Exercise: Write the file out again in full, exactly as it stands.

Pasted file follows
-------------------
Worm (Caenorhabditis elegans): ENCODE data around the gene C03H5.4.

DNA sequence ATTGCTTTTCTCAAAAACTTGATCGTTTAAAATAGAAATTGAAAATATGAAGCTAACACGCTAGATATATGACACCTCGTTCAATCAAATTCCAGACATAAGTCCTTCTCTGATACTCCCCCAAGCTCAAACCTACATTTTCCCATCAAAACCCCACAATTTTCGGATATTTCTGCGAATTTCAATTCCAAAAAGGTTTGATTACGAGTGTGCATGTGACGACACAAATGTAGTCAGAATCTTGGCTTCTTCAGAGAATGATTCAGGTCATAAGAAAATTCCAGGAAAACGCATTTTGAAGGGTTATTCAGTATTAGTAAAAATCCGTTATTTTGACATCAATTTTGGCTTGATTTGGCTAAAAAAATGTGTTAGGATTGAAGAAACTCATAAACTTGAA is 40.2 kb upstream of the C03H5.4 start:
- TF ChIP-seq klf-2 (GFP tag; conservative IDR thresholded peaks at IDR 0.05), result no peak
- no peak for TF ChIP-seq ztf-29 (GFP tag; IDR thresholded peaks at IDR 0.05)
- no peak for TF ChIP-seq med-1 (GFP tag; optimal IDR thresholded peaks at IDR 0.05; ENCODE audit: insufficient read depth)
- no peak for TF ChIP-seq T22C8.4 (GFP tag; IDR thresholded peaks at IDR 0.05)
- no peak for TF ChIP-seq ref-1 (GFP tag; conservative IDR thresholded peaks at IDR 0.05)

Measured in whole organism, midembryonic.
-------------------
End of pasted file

Worm (Caenorhabditis elegans): ENCODE data around the gene C03H5.4.

DNA sequence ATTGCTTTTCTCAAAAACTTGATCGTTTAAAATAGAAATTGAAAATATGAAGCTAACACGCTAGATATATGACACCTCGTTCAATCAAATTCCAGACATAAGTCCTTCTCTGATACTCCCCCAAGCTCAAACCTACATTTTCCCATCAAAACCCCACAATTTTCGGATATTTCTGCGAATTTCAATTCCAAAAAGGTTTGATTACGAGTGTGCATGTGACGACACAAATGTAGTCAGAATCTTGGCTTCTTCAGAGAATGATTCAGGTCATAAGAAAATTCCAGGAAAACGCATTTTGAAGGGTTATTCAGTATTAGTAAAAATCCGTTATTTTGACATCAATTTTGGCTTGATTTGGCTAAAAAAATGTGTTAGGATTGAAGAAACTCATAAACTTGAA is 40.2 kb upstream of the C03H5.4 start:
- TF ChIP-seq klf-2 (GFP tag; conservative IDR thresholded peaks at IDR 0.05), result no peak
- no peak for TF ChIP-seq ztf-29 (GFP tag; IDR thresholded peaks at IDR 0.05)
- no peak for TF ChIP-seq med-1 (GFP tag; optimal IDR thresholded peaks at IDR 0.05; ENCODE audit: insufficient read depth)
- no peak for TF ChIP-seq T22C8.4 (GFP tag; IDR thresholded peaks at IDR 0.05)
- no peak for TF ChIP-seq ref-1 (GFP tag; conservative IDR thresholded peaks at IDR 0.05)

Measured in whole organism, midembryonic.